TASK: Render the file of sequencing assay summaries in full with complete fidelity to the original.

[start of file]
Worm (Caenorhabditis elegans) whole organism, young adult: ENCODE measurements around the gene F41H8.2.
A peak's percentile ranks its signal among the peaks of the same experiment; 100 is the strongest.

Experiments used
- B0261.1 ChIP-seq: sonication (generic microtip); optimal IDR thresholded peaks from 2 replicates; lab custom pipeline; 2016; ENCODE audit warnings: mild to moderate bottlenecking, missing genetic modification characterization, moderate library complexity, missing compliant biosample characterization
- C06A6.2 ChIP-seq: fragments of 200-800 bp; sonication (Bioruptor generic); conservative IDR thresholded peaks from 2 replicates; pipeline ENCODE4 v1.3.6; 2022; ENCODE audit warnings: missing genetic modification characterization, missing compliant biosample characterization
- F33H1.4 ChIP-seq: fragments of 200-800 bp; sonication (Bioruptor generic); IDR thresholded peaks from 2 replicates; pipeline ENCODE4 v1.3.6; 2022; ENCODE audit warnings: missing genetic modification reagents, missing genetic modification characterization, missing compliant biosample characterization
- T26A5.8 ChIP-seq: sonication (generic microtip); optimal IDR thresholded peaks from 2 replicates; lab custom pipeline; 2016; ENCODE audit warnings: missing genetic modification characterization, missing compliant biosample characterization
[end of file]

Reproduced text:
Worm (Caenorhabditis elegans) whole organism, young adult: ENCODE measurements around the gene F41H8.2.
A peak's percentile ranks its signal among the peaks of the same experiment; 100 is the strongest.

Experiments used
- B0261.1 ChIP-seq: sonication (generic microtip); optimal IDR thresholded peaks from 2 replicates; lab custom pipeline; 2016; ENCODE audit warnings: mild to moderate bottlenecking, missing genetic modification characterization, moderate library complexity, missing compliant biosample characterization
- C06A6.2 ChIP-seq: fragments of 200-800 bp; sonication (Bioruptor generic); conservative IDR thresholded peaks from 2 replicates; pipeline ENCODE4 v1.3.6; 2022; ENCODE audit warnings: missing genetic modification characterization, missing compliant biosample characterization
- F33H1.4 ChIP-seq: fragments of 200-800 bp; sonication (Bioruptor generic); IDR thresholded peaks from 2 replicates; pipeline ENCODE4 v1.3.6; 2022; ENCODE audit warnings: missing genetic modification reagents, missing genetic modification characterization, missing compliant biosample characterization
- T26A5.8 ChIP-seq: sonication (generic microtip); optimal IDR thresholded peaks from 2 replicates; lab custom pipeline; 2016; ENCODE audit warnings: missing genetic modification characterization, missing compliant biosample characterization